A burin is a highly refined tool used by Homo sapiens in the Upper Paleolithic industry (though earlier example have been found, it was not until this time that they became abundant). Burins were used for gouging and engraving bones, antlers and wood. It was a precision tool, often used to make smaller tools, such as needles. The tool itself was generally made from flint and derived from flakes or blades. Burins are commonly found on tools with combined functions.
How To Make A Burin
First, using pressure (pressing force to remove extra material from a stone core) or percussion flaking, a flake or blade is prepared. The end point of the flake or blade is then removed by truncation retouch (resulting in a flat edge which is at a right angle to the sides). The last step is the removal of a “burin spall” (a thin, elongated sliver of stone) by striking one side of the truncated edge. The removal of the spall gives the burin a small, sharp cutting edge (called a facet, or negative scar) on one side of the tool.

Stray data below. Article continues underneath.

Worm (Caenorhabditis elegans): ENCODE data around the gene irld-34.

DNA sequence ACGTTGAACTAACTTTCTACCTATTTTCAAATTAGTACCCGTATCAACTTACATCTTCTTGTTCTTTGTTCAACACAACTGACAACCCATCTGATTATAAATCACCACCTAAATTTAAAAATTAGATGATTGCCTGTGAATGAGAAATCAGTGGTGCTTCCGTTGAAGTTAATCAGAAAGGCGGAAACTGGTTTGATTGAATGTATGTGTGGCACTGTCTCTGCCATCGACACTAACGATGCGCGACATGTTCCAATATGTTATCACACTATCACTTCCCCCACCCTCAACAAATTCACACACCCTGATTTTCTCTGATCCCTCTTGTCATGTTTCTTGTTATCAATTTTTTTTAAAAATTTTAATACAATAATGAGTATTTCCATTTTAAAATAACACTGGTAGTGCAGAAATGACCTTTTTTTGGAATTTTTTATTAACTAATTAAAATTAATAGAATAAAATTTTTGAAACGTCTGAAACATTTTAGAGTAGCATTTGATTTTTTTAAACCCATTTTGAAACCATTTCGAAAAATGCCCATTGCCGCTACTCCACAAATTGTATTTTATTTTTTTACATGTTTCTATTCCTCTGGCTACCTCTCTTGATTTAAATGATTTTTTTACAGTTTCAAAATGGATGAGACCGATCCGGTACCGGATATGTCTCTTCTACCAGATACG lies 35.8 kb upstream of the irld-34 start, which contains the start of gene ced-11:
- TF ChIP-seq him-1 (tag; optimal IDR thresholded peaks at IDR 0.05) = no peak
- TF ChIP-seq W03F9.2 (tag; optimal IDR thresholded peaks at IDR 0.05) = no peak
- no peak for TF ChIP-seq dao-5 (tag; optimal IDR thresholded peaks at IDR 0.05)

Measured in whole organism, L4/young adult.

The preparation of this type of burin also begins with the preparation of a flake or blade. Then a small platform is chipped off of one end point. This platform will serve as a striking surface. The final step is the removal of a spall from either side of the platform. The burin facets combine to form a sharp point.
A micro-burin looks like a miniature burin, but is not an actual tool. Rather, it is a byproduct of the manufacture of a microlith.